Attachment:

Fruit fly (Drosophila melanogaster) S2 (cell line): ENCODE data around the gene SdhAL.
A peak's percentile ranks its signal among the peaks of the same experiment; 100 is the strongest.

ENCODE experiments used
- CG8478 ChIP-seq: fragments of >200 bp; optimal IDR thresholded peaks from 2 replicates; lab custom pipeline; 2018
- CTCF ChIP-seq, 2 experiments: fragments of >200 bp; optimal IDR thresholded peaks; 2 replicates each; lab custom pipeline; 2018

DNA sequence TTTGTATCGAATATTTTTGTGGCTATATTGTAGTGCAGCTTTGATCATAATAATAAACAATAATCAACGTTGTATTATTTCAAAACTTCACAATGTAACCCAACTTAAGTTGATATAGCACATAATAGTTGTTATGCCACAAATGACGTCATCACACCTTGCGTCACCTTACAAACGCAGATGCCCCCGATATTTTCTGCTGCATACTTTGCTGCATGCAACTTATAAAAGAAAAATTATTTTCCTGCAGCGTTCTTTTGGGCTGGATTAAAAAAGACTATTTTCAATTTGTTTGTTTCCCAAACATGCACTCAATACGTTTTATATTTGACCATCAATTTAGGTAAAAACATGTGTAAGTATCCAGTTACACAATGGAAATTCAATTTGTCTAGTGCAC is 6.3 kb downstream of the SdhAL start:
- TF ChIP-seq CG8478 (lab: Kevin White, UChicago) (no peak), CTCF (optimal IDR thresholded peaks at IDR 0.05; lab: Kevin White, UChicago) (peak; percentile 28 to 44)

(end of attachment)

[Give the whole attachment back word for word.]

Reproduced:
Fruit fly (Drosophila melanogaster) S2 (cell line): ENCODE data around the gene SdhAL.
A peak's percentile ranks its signal among the peaks of the same experiment; 100 is the strongest.

ENCODE experiments used
- CG8478 ChIP-seq: fragments of >200 bp; optimal IDR thresholded peaks from 2 replicates; lab custom pipeline; 2018
- CTCF ChIP-seq, 2 experiments: fragments of >200 bp; optimal IDR thresholded peaks; 2 replicates each; lab custom pipeline; 2018

DNA sequence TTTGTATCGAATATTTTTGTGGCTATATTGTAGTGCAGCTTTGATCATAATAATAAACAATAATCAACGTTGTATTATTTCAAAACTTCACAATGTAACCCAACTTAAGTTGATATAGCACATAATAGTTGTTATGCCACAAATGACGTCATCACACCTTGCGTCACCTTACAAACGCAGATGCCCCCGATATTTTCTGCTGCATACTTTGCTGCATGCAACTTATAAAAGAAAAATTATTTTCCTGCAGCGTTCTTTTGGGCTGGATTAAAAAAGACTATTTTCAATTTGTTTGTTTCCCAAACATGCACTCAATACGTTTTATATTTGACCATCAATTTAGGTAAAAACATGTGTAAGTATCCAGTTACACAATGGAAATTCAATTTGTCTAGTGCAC is 6.3 kb downstream of the SdhAL start:
- TF ChIP-seq CG8478 (lab: Kevin White, UChicago) (no peak), CTCF (optimal IDR thresholded peaks at IDR 0.05; lab: Kevin White, UChicago) (peak; percentile 28 to 44)